Fertilizers contain various chemicals that promote plant and crop growth, including nitrogen and phosphorus. Left over nutrients drain into our streams and waterways, creating major issues in the ecosystem worldwide and in the U.S..
The abundance of extra nutrients in waterways and bodies of water create what is commonly known as “dead zones” or an aquatic hypoxia. Typically, algae grow in moderation causing little to no harm in the environment; however, since nitrogen and phosphorus promote algae growth, the balance of the ecosystem is disturbed. The National Wildlife Association explains,
“Normally, algae do not have enough nitrogen and phosphorus to grow in excess. With the overflow of nutrient runoff, there is nothing to keep algae growth in check. Algae can grow into giant blooms that block sunlight underwater plants need to survive. Algae blooms can take oxygen from the water that fish and invertebrates need to survive. Every summer, a big dead zone caused by algal blooms forms in the Gulf of Mexico near where the Mississippi River enters the Gulf.”
EPA’s 2010 National Lakes Assessment found that almost 20 percent of America’s lakes have high levels of nitrogen and phosphorus pollution in correlation to poor lake conditions caused by nutrient pollution.
In addition to creating monumental dead zones, a surplus of nutrients can also encourage harmful algae blooms to grow. The Environmental Protection Agency emphasizes, “Harmful algal blooms are a major environmental problem in all 50 states. Known as red tides, blue-green algae or cyanobacteria, harmful algal blooms have severe impacts on human health, aquatic ecosystems and the economy.” An increase in harmful algae blooms can result in severe illnesses in humans and wildlife, including death.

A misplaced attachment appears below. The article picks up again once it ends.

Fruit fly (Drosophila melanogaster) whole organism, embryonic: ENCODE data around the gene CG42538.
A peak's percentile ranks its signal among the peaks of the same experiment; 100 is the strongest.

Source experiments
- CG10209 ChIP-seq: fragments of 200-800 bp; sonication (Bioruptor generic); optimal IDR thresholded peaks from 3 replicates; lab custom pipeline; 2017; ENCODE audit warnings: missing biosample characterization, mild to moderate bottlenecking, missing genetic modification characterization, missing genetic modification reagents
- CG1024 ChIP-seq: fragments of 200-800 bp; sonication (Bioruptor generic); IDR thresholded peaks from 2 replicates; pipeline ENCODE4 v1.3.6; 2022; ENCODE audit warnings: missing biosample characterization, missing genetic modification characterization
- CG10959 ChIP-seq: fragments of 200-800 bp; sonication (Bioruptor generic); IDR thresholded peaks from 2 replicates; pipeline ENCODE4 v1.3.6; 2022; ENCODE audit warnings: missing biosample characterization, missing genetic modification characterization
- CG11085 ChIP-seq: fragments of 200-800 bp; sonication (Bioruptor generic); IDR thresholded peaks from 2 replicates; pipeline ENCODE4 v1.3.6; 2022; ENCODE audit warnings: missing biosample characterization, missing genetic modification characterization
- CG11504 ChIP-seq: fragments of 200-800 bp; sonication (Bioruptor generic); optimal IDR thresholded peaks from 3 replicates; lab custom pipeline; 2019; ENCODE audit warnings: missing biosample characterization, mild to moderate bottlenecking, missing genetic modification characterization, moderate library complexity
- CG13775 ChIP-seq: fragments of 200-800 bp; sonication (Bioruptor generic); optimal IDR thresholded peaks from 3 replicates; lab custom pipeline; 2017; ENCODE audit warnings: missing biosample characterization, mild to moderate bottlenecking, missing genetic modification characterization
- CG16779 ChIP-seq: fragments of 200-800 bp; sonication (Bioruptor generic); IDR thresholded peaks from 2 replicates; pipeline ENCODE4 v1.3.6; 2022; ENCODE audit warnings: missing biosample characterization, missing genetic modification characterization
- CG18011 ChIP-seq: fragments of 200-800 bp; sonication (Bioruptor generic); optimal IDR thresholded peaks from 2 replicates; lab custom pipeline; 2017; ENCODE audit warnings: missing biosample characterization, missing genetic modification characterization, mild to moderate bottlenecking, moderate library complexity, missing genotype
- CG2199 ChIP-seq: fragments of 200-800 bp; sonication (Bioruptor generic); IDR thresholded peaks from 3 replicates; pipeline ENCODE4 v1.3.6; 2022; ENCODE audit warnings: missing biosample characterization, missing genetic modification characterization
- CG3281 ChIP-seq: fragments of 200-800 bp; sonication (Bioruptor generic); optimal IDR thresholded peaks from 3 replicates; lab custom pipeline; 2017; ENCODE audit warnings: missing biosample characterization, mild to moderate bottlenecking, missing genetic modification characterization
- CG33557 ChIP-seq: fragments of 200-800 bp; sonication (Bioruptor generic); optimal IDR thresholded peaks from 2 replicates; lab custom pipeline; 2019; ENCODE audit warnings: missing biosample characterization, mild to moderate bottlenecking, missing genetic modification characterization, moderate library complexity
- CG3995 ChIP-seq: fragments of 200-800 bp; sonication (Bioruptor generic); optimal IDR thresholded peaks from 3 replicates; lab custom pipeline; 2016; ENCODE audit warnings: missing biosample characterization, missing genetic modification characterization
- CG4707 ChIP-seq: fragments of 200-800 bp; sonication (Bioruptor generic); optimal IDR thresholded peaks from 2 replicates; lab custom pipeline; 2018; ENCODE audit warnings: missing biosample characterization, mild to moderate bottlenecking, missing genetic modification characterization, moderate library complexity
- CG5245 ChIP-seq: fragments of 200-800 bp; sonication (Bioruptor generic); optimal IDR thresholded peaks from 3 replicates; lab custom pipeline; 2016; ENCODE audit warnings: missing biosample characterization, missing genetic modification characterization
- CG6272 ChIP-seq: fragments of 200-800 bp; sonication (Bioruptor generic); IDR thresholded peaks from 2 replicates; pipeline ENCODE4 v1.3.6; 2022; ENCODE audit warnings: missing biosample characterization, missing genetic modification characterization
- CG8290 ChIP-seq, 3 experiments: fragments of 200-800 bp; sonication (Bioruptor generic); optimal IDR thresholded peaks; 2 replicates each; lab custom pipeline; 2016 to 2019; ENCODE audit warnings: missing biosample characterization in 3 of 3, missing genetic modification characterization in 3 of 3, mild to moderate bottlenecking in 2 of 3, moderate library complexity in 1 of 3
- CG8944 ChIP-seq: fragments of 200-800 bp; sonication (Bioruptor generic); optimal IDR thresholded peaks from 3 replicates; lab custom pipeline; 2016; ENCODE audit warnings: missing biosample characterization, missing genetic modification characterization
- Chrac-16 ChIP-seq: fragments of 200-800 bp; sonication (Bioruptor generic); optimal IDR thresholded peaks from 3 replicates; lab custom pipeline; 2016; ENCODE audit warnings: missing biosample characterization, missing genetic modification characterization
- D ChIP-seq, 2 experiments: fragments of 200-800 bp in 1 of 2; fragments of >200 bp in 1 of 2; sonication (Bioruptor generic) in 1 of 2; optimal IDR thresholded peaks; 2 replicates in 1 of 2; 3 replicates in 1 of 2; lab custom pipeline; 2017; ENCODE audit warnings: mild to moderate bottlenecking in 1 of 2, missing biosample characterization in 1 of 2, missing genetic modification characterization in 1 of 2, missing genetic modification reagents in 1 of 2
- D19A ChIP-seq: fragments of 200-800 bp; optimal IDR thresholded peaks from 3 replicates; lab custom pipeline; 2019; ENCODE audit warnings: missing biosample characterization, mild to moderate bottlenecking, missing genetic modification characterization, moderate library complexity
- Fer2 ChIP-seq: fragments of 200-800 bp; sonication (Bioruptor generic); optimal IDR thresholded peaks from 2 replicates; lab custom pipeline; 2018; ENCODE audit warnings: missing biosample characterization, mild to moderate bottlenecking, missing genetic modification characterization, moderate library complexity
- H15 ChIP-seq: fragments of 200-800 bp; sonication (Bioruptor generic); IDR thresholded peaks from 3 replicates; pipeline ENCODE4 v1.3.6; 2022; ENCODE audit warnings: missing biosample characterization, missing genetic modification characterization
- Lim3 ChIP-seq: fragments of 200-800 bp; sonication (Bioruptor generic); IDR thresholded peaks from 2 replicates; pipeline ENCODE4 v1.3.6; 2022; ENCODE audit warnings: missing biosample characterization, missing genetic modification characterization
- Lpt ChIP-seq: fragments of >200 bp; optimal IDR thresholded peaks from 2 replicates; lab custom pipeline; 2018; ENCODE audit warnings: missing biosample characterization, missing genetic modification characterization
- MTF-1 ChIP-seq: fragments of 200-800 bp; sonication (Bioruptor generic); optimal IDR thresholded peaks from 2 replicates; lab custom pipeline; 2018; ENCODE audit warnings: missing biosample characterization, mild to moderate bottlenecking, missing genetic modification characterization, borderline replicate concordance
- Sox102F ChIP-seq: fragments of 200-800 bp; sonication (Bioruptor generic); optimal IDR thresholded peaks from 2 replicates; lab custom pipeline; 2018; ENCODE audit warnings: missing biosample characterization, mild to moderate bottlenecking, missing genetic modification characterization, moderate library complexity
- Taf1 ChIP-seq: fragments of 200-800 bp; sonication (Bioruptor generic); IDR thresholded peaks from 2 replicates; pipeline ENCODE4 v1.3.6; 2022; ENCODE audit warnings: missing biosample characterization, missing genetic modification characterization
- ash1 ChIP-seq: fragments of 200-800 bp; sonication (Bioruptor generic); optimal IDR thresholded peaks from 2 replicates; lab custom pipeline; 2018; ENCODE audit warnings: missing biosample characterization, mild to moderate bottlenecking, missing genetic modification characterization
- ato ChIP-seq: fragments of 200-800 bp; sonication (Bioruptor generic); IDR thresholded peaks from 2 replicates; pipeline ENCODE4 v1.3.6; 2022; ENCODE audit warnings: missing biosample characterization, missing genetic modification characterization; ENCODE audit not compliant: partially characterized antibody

Nutrient pollution is not only harmful, but it is costly. The reality is that preventing nutrient pollution is far less expensive compared to attempting to clean up polluted lakes and waterways after the fact. Waterfront properties can lose substantial value, and treatment costs for nutrient polluted water with algae blooms can dramatically increase monthly bill payments. These are just a few of the consumer costs individuals all over the country are facing when it comes to nutrient pollution without mentioning the billions of dollars it costs to actually clean up nutrient polluted bodies of water.
Nutrient pollution negatively impacts the entire world; the U.S is clearly no exception. It takes a collective effort from other nations as well as our federal, state, and local governments to insure we lower the risks of causing irreversible harm to the environment.
To better understand how nutrient pollution contributes to poor environmental health in your community or to find out what you can do to make a difference or to inquire about nutrient pollution go to https://www.epa.gov/nutrientpollution/what-you-can-do